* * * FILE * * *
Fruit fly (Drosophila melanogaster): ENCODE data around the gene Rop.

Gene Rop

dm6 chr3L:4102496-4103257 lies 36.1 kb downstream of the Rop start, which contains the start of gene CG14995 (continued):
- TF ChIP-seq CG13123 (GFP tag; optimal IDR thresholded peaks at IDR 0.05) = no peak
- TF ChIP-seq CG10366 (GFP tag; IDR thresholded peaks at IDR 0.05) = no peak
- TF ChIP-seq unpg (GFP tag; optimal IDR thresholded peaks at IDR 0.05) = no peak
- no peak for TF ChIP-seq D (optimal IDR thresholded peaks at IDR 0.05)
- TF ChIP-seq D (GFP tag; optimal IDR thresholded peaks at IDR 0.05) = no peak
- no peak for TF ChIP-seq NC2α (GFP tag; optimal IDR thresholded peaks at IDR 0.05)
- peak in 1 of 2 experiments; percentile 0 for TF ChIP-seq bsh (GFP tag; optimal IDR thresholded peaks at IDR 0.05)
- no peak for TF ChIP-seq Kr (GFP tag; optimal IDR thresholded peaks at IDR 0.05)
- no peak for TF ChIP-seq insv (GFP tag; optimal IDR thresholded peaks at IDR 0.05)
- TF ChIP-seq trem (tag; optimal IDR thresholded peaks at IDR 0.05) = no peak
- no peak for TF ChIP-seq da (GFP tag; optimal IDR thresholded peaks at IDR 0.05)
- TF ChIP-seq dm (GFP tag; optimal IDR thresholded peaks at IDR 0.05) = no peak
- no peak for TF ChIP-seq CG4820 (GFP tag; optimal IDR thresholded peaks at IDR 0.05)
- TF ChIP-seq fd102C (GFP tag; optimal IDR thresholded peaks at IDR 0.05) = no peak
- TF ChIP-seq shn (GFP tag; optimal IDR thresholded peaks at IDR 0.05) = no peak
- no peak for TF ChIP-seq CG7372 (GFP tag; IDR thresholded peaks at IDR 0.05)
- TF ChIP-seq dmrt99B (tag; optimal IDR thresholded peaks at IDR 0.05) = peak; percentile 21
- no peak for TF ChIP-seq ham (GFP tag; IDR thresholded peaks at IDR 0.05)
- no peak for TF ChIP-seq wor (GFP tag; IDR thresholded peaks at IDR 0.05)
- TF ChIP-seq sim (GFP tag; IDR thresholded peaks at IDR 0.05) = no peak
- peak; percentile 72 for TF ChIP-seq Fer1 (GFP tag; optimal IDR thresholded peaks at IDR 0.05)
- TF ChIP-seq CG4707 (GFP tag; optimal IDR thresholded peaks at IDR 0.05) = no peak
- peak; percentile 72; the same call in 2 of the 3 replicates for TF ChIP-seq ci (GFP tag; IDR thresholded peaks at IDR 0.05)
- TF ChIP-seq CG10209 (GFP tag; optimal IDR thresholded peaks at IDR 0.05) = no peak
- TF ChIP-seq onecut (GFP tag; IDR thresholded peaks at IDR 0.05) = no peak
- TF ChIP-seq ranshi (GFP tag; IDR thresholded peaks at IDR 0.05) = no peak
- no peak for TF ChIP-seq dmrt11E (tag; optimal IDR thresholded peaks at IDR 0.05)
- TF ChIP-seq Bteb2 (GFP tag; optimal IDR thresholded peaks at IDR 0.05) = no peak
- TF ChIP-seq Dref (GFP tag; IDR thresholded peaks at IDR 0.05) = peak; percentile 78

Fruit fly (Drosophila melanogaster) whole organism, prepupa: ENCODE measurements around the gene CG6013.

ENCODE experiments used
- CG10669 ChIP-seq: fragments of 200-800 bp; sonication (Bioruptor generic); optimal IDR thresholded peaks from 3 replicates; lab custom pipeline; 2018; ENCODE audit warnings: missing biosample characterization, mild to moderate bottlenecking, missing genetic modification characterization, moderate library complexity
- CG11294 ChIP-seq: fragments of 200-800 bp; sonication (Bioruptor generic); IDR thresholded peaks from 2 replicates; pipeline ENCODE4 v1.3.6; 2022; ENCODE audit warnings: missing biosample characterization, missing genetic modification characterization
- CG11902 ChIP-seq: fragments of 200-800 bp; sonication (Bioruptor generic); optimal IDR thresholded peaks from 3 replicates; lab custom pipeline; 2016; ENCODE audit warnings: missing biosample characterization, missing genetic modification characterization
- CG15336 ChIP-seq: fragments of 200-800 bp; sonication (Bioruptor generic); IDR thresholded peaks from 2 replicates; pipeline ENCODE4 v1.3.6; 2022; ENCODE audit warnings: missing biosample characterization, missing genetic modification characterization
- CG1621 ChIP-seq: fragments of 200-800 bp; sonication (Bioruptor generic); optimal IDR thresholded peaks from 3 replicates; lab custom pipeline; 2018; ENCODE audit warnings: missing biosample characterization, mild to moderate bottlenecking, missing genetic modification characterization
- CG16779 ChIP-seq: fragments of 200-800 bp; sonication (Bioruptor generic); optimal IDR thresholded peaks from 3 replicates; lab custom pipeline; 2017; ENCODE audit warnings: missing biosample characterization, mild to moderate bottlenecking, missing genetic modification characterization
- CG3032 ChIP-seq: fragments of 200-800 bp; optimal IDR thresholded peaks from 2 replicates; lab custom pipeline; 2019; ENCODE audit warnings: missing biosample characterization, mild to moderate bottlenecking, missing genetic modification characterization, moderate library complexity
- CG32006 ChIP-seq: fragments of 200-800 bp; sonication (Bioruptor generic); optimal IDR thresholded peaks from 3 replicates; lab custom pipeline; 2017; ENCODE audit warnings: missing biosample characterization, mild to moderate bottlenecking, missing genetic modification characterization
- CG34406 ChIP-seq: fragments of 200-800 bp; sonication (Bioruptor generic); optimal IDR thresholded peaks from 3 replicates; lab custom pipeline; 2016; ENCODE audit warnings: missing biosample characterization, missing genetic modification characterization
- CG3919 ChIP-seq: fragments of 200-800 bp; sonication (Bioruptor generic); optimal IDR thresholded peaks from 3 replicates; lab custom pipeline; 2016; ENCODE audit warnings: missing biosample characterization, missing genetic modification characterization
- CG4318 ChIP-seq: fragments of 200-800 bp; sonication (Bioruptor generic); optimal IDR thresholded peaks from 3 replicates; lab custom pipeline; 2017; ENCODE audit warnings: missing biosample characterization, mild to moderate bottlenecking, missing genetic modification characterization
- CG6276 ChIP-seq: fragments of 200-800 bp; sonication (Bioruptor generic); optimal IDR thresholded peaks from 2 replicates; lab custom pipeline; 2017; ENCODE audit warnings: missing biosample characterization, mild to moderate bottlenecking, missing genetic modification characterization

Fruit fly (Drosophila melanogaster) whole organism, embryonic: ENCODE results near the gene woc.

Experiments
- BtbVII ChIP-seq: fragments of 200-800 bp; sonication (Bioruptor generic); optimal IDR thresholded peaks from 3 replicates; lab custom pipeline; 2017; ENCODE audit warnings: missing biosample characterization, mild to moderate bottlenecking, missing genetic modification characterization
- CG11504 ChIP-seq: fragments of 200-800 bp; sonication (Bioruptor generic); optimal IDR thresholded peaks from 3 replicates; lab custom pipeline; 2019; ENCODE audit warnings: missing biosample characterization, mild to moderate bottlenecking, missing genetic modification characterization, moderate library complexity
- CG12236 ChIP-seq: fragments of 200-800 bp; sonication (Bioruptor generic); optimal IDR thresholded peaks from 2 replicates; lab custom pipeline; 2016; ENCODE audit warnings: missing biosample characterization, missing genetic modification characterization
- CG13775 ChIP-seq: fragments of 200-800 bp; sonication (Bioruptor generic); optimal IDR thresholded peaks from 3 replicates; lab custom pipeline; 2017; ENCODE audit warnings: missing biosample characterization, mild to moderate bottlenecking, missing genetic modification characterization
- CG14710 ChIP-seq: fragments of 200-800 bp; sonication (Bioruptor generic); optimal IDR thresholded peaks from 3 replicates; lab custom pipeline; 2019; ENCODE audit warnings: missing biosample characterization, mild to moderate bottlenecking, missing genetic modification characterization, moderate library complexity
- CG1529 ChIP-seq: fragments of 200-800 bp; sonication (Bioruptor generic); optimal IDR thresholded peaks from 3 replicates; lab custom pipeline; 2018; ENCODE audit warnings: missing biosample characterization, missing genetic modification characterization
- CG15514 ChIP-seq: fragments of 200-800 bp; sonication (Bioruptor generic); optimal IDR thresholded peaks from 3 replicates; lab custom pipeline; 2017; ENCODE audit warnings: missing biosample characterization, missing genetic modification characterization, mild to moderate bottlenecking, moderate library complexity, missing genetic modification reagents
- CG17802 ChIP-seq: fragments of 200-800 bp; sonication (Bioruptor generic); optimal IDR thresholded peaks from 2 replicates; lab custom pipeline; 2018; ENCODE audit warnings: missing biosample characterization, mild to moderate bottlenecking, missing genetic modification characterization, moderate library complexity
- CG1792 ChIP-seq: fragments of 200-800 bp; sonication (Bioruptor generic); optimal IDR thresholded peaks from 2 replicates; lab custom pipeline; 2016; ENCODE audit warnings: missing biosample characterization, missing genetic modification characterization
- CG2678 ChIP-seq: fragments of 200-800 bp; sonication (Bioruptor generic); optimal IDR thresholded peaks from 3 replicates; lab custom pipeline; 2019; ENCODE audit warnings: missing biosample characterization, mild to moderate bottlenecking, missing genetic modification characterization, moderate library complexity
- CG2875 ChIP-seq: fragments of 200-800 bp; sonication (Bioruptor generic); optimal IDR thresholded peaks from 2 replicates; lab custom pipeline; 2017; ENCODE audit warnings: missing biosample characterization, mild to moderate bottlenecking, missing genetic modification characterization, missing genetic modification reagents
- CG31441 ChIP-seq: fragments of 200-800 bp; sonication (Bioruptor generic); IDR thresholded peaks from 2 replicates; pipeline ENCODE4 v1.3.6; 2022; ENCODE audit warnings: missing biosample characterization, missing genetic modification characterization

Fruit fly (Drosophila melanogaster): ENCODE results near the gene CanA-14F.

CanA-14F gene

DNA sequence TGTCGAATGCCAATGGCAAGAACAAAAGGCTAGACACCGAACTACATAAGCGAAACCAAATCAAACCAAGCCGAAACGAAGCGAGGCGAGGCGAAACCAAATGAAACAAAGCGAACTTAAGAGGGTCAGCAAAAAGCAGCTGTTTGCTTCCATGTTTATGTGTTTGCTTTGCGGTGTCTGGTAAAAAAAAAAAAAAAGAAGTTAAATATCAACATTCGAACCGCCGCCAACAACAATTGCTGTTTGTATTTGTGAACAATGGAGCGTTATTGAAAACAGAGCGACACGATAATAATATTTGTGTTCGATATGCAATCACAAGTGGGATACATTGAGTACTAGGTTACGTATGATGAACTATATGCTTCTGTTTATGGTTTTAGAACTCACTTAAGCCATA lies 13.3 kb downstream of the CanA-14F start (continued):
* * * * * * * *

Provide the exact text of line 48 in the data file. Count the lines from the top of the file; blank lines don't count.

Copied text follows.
Experiments